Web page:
In the not so distant past, people would say a child came from a “broken home” if the child’s parents were divorced. And this was considered a great tragedy. Many people, who really needed to separate, stayed together “for the sake of the children.” Although each situation is different, I can assure you that when a parent is miserable and stays in a miserable situation for the children’s sake, the child learns that miserable is normal for relationships. She also learns how to put up with misery. Tosha Silver, a writer and astrologer, told me that she considers a family “broken” when people who obviously dislike each other stay together for the sake of the kids. And I agree.
The stress of the holidays is often felt more by non-traditional families, such as those who have been divorced and are raising children on their own. I received this question from a member of my web site’s Women’s Wisdom Circle. Married or single, if you’re struggling to give your children all that you want them to have—while also trying to protect your soul—I hope the answer speaks to you.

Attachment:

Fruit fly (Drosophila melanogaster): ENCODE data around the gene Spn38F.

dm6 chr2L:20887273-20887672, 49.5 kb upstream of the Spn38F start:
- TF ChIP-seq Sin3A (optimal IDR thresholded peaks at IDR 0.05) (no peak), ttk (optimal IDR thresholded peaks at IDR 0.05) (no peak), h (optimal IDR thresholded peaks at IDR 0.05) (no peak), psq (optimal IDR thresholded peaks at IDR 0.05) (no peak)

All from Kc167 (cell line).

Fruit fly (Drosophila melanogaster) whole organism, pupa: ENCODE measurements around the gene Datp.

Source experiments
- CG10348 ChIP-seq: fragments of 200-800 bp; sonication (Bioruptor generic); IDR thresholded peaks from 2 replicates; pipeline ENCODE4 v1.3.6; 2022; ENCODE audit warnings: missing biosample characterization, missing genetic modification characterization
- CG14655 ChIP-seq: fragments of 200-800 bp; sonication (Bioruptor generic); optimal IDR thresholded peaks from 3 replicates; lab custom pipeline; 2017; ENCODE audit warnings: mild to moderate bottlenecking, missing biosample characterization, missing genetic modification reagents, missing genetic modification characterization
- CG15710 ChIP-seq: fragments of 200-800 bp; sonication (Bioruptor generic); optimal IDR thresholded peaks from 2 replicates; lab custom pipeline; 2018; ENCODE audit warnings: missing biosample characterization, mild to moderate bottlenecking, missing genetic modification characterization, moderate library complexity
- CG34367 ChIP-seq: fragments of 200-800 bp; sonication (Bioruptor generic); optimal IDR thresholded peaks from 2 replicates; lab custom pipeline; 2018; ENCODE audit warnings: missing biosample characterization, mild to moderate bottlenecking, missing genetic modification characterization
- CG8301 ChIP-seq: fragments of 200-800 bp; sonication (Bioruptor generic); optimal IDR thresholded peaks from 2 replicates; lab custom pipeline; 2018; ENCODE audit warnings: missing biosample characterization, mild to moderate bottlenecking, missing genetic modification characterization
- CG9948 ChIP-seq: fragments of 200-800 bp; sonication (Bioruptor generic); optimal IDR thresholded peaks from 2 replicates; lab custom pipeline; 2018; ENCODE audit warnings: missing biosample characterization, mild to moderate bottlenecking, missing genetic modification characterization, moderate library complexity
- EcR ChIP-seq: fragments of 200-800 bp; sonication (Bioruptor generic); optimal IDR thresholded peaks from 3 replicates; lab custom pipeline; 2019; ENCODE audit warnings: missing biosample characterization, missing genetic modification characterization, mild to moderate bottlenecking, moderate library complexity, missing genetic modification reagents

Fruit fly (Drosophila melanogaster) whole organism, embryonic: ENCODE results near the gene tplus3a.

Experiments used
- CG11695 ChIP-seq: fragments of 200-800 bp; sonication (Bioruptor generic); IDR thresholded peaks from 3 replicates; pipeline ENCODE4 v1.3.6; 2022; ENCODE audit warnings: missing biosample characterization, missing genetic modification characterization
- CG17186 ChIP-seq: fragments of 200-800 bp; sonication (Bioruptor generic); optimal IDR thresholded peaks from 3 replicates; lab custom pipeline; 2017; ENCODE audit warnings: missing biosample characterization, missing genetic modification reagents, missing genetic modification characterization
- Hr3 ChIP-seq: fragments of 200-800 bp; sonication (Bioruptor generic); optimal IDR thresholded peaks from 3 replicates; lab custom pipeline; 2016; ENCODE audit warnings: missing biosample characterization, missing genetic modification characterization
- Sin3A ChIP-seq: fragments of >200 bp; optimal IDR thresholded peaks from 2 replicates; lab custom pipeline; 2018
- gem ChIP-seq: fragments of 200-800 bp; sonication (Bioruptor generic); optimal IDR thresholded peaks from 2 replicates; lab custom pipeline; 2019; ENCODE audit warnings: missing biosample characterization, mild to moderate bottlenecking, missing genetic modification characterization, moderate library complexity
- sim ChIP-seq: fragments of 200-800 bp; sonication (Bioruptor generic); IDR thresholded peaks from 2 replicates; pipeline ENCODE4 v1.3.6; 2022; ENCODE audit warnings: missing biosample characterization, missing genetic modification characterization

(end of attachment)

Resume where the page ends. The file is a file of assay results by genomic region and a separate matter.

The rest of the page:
With all the bad news dominating the headlines, it’s no wonder that an unprecedented number of people are experiencing stress. Stress, like any other emotional issue, manifests in the body to get our attention. When you’re anxious and worried for long periods of time, it’s common to experience muscle tension, sleeplessness, anxiety, headaches, high blood pressure, fatigue, and other conditions.